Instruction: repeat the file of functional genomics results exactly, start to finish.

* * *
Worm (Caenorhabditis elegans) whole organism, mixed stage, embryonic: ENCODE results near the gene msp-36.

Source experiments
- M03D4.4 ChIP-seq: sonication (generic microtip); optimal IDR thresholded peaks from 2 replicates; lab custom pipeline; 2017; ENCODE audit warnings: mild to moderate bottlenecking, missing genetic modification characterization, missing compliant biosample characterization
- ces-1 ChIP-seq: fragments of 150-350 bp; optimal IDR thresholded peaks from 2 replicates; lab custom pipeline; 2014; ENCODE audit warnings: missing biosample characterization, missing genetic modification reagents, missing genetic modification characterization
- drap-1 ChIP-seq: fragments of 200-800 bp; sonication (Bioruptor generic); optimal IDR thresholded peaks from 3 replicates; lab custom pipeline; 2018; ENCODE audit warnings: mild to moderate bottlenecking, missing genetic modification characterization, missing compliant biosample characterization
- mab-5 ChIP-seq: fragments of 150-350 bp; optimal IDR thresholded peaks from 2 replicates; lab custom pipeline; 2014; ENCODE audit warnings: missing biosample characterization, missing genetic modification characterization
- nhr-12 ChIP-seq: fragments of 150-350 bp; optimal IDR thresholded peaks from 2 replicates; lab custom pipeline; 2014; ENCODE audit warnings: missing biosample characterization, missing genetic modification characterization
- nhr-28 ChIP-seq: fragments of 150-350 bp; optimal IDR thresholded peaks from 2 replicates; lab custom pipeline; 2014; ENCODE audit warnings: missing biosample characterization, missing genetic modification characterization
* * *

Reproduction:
Worm (Caenorhabditis elegans) whole organism, mixed stage, embryonic: ENCODE results near the gene msp-36.

Source experiments
- M03D4.4 ChIP-seq: sonication (generic microtip); optimal IDR thresholded peaks from 2 replicates; lab custom pipeline; 2017; ENCODE audit warnings: mild to moderate bottlenecking, missing genetic modification characterization, missing compliant biosample characterization
- ces-1 ChIP-seq: fragments of 150-350 bp; optimal IDR thresholded peaks from 2 replicates; lab custom pipeline; 2014; ENCODE audit warnings: missing biosample characterization, missing genetic modification reagents, missing genetic modification characterization
- drap-1 ChIP-seq: fragments of 200-800 bp; sonication (Bioruptor generic); optimal IDR thresholded peaks from 3 replicates; lab custom pipeline; 2018; ENCODE audit warnings: mild to moderate bottlenecking, missing genetic modification characterization, missing compliant biosample characterization
- mab-5 ChIP-seq: fragments of 150-350 bp; optimal IDR thresholded peaks from 2 replicates; lab custom pipeline; 2014; ENCODE audit warnings: missing biosample characterization, missing genetic modification characterization
- nhr-12 ChIP-seq: fragments of 150-350 bp; optimal IDR thresholded peaks from 2 replicates; lab custom pipeline; 2014; ENCODE audit warnings: missing biosample characterization, missing genetic modification characterization
- nhr-28 ChIP-seq: fragments of 150-350 bp; optimal IDR thresholded peaks from 2 replicates; lab custom pipeline; 2014; ENCODE audit warnings: missing biosample characterization, missing genetic modification characterization